The top of this machine hinges at the back and it always must be completely opened, to refill water and add coffee. A little past vertical, in fact. And it always - always - drips some water down the back of the machine each time you open it (after first use).
This is not really a flaw, just the way coffee makers are. Maybe some day someone will make a large capacity machine that doesn't need opening the top all the way, but this might require a sophisticated funnel system or something... or side panel that opens near the top? For best results, near the front top.
Anyway, don't hold your breath for designers to make these machines seriously convenient any time soon, even though most people use them under kitchen cabinets. Let's just call it an opportunity for a very sophisticated designer. A few hundred years in the future, at this rate.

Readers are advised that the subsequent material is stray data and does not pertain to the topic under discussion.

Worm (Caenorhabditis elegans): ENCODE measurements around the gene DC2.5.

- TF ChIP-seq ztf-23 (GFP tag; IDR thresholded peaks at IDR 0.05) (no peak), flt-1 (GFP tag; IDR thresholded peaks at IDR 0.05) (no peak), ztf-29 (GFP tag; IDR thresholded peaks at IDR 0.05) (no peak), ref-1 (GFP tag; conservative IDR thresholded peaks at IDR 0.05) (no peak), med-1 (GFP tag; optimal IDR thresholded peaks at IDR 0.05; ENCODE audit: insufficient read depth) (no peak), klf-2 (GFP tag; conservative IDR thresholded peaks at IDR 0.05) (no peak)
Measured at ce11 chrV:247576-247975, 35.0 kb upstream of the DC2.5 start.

If you try to play with opening it slowly, maybe you can prevent some water from splooshing onto your counter. Kind of tricky, but we have a wash cloth handy for the kitchen, so it's no big deal. But we're only talking about 0 to 2 tablespoons of pure water, shrug.
- Hold a cloth right up under the lid's hinge as you open it, to catch water that falls.
Ridiculous water filter
I would not dream of bothering with the little water filter that comes with this machine. I leave it out; it's just a gimmick, to me. Either your water is pure enough to drink, or it's not. (In which case you should be filtering all your water.)
I'm an amateur chemist. Coffee itself is actually a pretty good trap (pretty close to organic carbon), and the heating and brewing weeds out volatiles, as well. So the idea of using some teeny-tiny filter in an ordinary coffee maker borders on absurd.
I am sure there are people at Cuisinart who will love you for thinking I am wrong.
When will companies put a little non-volatile RAM in their appliances?
Sadly, they did not spend the extra 2 cents to give this machine a tiny bit of flash RAM (which remembers settings across power loss). So, you guessed it, you will have to re-set everything every time the power goes out for more than a minute. I can understand it on a cheapo coffee maker, but this is top of the line. Come on designers, give us a break!